Researchers from the Bank of Finland consider predicting systemic financial crises one to five years ahead using recurrent neural networks. The prediction performance is evaluated with the Jorda-Schularick-Taylor dataset, which includes the crisis dates and relevant macroeconomic series of 17 countries over the period 1870- 2016.
Recurrent neural networks (RNNs) are a family of neural networks designed for sequential data such as language and time series. The RNN accepts input data sequentially, which allows RNNs to use their hidden states (akin to memory) dynamically to process a sequence of input data. A key idea is parameter sharing, which restricts the number of parameters in the model and helps avoid overfitting. In this study, researchers consider three different RNN architectures: basic RNN, RNN with long-short term memory (LSTM) cells, and RNN with GRU cells.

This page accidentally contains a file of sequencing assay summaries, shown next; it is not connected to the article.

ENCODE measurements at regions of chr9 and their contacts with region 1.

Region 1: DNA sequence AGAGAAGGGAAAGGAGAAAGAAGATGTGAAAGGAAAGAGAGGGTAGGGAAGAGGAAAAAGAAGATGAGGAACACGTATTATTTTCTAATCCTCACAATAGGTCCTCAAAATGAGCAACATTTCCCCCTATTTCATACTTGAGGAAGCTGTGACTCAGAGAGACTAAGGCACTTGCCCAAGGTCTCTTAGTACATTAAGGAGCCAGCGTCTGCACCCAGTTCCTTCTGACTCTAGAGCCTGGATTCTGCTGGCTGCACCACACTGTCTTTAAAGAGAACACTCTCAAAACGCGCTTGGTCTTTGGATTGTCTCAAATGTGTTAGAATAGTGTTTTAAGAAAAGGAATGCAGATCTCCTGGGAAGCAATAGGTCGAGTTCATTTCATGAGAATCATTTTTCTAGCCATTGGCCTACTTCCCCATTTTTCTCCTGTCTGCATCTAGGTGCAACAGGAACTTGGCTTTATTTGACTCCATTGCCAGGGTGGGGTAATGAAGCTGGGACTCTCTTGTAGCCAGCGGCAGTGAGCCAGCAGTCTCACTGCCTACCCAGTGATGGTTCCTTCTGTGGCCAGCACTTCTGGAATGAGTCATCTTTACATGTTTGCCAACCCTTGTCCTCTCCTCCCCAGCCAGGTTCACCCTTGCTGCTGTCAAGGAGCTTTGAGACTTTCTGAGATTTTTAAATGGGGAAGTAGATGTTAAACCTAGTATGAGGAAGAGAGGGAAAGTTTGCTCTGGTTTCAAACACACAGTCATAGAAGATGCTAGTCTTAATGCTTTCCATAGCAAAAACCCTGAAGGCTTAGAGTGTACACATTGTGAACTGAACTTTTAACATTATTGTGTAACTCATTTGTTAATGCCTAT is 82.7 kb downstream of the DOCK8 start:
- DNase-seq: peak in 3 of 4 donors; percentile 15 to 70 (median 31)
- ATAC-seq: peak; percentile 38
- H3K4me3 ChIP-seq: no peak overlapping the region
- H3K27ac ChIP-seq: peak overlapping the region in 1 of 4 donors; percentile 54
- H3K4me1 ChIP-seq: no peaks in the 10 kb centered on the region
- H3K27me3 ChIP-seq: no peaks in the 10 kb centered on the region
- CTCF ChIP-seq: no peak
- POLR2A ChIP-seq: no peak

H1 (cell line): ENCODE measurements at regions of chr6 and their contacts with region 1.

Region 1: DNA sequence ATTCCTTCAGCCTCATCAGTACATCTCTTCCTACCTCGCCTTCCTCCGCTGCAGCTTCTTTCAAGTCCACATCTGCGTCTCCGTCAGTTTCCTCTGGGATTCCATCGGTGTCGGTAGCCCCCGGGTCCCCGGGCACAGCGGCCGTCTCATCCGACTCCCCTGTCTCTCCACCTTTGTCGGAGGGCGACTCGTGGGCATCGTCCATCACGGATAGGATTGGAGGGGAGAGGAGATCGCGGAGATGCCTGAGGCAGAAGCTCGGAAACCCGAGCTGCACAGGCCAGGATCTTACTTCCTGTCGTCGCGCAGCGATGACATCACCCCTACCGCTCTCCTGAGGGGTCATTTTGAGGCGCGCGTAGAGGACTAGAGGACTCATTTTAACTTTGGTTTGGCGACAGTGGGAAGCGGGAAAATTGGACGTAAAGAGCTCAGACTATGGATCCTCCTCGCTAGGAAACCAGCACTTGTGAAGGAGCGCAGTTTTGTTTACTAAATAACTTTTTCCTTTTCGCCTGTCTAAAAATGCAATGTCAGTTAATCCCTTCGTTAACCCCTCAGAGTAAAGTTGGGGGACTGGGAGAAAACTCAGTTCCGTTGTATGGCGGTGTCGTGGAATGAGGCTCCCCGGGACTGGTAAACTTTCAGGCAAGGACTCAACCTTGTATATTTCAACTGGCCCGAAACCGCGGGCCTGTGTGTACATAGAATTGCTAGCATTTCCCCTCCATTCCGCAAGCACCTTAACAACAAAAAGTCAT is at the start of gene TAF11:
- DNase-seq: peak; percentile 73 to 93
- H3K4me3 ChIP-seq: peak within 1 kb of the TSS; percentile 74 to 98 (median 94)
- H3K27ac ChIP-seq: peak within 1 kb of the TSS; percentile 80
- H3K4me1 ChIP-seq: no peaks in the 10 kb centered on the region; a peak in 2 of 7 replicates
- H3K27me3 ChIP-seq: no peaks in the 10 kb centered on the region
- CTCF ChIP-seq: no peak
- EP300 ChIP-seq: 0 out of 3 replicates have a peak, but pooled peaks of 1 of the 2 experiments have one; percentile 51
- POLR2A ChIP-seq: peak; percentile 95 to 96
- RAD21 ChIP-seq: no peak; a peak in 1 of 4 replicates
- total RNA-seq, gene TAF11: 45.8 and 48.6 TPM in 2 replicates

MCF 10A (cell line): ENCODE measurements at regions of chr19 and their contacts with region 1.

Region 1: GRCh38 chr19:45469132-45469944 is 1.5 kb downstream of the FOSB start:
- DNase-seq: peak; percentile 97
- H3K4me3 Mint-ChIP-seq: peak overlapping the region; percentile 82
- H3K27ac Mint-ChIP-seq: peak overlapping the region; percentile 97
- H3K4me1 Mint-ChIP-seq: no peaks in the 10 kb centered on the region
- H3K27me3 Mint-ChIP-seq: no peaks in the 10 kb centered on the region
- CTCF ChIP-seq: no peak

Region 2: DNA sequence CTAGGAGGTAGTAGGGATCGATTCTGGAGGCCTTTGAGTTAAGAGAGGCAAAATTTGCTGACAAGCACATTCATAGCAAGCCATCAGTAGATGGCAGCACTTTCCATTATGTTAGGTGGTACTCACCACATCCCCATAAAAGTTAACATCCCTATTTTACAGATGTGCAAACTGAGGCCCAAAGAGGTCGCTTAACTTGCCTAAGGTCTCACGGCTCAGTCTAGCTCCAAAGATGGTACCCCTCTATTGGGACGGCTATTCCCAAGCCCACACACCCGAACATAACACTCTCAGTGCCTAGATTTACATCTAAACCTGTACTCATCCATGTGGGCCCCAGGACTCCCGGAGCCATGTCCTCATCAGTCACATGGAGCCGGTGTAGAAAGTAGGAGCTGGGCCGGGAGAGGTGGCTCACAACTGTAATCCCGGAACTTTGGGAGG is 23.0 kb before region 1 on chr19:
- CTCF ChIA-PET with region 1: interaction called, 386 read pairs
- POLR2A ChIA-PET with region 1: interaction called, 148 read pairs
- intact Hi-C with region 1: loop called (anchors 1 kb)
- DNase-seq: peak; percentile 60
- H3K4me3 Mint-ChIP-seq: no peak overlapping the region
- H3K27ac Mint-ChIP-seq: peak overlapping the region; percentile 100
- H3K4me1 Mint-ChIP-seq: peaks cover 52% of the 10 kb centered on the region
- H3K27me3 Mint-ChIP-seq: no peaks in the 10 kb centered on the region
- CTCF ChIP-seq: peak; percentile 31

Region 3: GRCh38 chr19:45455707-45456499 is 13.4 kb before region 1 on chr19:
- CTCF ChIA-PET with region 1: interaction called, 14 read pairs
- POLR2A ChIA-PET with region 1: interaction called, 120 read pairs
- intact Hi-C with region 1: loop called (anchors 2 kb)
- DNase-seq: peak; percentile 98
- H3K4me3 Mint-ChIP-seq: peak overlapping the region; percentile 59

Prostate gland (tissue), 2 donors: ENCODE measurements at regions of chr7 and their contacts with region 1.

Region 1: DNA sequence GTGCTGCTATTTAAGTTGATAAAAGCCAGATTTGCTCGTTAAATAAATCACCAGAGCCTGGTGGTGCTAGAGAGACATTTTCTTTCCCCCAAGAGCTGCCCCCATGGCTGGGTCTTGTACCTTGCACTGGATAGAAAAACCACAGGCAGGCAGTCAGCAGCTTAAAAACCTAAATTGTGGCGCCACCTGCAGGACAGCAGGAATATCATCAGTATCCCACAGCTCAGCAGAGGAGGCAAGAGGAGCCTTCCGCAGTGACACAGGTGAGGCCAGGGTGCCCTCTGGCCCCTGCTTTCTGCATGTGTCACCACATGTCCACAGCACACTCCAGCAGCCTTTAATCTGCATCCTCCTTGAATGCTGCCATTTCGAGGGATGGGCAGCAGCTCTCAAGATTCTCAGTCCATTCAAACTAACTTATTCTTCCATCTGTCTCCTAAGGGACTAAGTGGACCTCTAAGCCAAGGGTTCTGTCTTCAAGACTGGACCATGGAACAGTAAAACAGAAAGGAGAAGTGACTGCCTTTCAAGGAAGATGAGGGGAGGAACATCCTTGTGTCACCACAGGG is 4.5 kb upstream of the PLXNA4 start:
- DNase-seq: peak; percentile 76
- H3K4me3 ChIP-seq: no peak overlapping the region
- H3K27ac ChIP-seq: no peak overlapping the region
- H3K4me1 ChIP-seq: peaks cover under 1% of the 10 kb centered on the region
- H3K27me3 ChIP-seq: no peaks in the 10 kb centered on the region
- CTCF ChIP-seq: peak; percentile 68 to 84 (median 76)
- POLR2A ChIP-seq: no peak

Previous literature has found simple neural network architectures to be useful in predicting systemic financial crises. Researchers show that such predictions can be greatly improved by making use of recurrent neural network architectures, especially suited for dealing with time series input. The results remain robust after extensive sensitivity analysis.